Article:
I consistently see buyer after buyer under the illusion the home is guaranteed to be theirs. Buyer #1 goes on to invest financially via inspections, pre-buying furniture, etc... Then, they further invest in it psychologically, by telling their friends all about it or the kids which rooms are going to be theirs and so forth. Thus, when they get kicked out all the drama begins, even though the clause has been written against Buyer #1 from the very beginning. Anger, frustration, and bitterness now overwhelm Buyer #1 and before letting go Buyer #1 leaves claw marks all over everyone in the transaction. I believe a lot of this can be avoided if the Buyers and Sellers are fully educated about the implications of how the 'kick out' process works prior to entering into the agreement.
I've never quite understood what motivates the average buyer or seller to accept this type of clause. I've heard of examples where I could maybe see it as being applicable, such as a buyer can qualify for a loan without selling first but just doesn't want to make two house payments unnecessarily. But, from a seller's point of view, it can deter other willing and able buyers to write good bona fide contracts because Buyer #2 doesn't want the drama of waiting on Buyer #1 to perform or not. For buyers it creates an enormous amount a stress and pressure when maybe the timing just isn't right.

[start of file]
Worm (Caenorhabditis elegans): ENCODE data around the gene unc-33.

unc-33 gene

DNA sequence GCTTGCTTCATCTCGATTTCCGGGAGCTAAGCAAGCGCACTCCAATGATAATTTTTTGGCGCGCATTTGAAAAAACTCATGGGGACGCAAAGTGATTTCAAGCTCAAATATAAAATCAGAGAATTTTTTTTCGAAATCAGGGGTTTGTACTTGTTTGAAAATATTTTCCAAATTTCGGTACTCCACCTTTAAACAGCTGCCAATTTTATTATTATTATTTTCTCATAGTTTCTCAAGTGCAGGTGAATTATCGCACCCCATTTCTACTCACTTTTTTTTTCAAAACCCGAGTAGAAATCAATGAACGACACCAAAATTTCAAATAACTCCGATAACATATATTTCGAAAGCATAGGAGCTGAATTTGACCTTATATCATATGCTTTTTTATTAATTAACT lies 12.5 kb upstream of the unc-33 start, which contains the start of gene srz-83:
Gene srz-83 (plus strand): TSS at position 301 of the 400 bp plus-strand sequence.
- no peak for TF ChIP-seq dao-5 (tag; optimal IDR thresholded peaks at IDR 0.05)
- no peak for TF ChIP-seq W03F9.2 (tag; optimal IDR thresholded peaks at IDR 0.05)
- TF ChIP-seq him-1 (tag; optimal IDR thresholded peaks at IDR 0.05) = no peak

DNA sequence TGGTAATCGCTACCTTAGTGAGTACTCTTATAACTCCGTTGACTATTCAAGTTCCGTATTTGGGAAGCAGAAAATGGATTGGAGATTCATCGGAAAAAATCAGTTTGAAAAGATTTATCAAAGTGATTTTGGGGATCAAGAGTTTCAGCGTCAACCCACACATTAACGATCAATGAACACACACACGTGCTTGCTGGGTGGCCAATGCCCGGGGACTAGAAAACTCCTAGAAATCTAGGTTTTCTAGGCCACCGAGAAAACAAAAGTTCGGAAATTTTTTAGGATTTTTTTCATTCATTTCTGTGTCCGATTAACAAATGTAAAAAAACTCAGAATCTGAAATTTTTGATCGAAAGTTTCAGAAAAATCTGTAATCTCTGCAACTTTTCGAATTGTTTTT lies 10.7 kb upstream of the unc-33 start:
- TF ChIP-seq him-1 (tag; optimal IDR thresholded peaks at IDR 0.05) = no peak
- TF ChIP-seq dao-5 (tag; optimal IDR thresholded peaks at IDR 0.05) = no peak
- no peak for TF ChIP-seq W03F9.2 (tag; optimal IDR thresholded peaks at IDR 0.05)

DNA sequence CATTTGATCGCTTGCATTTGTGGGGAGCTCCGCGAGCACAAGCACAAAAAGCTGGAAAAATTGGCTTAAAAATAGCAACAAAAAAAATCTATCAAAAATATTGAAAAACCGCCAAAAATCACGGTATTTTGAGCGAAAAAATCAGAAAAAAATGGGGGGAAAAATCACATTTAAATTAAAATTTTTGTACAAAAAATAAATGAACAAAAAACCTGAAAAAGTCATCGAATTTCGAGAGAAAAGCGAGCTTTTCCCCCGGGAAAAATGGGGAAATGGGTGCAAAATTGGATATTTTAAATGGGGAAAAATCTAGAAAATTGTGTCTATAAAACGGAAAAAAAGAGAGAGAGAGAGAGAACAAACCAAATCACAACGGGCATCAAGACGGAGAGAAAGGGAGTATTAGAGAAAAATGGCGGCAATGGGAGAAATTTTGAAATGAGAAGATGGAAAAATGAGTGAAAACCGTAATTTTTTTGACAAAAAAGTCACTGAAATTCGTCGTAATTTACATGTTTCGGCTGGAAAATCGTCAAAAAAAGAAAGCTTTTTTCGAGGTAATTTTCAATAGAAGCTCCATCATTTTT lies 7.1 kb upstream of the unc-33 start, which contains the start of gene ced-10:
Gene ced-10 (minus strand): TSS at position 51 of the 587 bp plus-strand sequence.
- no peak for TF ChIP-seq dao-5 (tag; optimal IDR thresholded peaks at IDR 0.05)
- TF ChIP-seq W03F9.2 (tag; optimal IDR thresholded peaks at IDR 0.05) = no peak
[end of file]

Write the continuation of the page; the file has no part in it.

Ultimately, in my opinion, these types of clauses were created for the exception and not the rule. And, just like sub prime loans have been used by parties they were never intended for.